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Office Hours: I’m the co-founder and CTO of YC-backed startup Searchlight. I’m Anna Wang. AMA!Featured

I’m Anna Wang, the co-founder and CTO of Searchlight. We graduated from YC’s W19 batch and raised our Series A from Founders Fund and Accel. Fun fact: my co-founder Kerry is also my twin sister!

My focus at Searchlight is leading our product, engineering, data science, and design teams. Our software collects and connects data from candidate assessments, reference checks, and post-hire outcomes.

We are passionate about solving a really hard technology problem: creating an structured, objective standard for understanding people holistically and offering these insights in an actionable way. We know that understanding a person’s culture preferences, unique strengths, and motivations to a company and job is more predictive of employee success than just assessing technical skills. We build software to help companies like Coinbase, Zapier, and Udemy tap into these insights to make higher quality, more efficient hiring decisions.

Before Searchlight, I wore a few different hats and experienced life in software engineering at Uber, product management at Google, and management consulting at McKinsey.

I grew up outside of Los Angeles, California in a first-generation Chinese-American family. My parents are both scientists, and seeing them take such pride in their work helped me understand at an early age how important it is to find a professional career that connects to our purpose and passions.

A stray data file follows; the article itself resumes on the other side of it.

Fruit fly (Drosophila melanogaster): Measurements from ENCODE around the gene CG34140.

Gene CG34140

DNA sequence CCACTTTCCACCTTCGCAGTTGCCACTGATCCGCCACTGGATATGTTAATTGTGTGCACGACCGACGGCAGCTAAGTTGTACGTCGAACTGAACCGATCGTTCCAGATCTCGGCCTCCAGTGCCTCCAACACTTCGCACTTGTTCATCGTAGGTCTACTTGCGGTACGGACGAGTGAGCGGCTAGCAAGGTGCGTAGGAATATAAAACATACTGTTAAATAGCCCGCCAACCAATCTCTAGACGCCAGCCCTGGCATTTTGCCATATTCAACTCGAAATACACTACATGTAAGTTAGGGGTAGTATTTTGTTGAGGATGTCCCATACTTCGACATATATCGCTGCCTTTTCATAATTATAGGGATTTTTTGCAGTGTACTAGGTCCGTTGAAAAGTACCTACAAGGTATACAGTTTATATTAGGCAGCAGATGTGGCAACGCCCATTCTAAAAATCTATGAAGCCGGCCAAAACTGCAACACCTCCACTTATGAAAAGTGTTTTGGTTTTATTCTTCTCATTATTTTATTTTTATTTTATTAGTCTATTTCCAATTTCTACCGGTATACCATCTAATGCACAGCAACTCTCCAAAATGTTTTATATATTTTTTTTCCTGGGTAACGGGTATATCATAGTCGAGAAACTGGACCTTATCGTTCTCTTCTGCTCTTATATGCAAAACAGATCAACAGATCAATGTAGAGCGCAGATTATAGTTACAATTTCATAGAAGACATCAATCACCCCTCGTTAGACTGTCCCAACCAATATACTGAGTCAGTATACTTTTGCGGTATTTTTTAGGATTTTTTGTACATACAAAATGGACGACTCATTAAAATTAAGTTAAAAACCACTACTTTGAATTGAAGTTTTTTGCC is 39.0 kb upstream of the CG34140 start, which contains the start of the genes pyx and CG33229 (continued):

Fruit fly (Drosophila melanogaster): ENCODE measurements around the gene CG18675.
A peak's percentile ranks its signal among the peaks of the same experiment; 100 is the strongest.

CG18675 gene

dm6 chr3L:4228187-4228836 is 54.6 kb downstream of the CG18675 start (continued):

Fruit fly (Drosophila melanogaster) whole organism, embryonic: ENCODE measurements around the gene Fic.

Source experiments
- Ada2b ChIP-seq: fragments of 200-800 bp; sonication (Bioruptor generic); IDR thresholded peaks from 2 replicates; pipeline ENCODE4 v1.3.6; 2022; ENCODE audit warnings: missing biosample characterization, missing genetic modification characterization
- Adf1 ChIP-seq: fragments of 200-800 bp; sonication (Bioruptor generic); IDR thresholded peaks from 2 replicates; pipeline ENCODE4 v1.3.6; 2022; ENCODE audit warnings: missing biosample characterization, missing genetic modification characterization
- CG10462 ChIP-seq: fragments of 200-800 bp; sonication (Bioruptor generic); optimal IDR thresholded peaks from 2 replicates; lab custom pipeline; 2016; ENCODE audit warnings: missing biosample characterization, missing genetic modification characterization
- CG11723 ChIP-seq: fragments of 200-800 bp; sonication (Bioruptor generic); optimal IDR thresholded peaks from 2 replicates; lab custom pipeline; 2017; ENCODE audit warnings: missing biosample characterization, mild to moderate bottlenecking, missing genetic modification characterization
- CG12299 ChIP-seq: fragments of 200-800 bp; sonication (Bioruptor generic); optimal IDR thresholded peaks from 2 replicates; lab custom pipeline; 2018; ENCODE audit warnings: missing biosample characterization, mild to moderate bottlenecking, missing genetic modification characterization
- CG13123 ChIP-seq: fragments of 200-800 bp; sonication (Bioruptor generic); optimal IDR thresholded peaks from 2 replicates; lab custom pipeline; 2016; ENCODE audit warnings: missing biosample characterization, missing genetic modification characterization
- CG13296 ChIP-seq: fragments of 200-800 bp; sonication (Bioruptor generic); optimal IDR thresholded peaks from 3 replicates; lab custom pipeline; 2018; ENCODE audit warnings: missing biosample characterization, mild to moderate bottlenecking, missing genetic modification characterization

Ask me anything, and yes, we’re hiring!

Thanks so much for joining us @annawangx!Elphas – please ask @annawangx your questions before Friday, October 14th. @annawangx may not have time to answer every questions, so emoji upvote your favorites 🔥👍🏾➕
Hi Anna! Congrats on your impressive career – love the product that you're building. I'd love to hear what it's like to run a company with your twin sister, that must be quite a unique experience!
It's quite an experience :) Every co-founder relationship is complex. The foundations of a great co-founder relationship are trust, candor, care, and accountability. What's amazing about building a company with my twin sister is that we already had these qualities in our relationship before we started a company together. It makes a lot of things easier when I know that I can rely on my co-founder completely.I'm also grateful that Kerry and I's skillsets are complementary. She leads GTM, and I focus on EPD. Beyond that, our Searchlight profiles will tell you that we have very different working styles so we're able to see the same situation differently and find the right answer in between. She is a visionary leader and there's no one else I'd rather go through this journey with.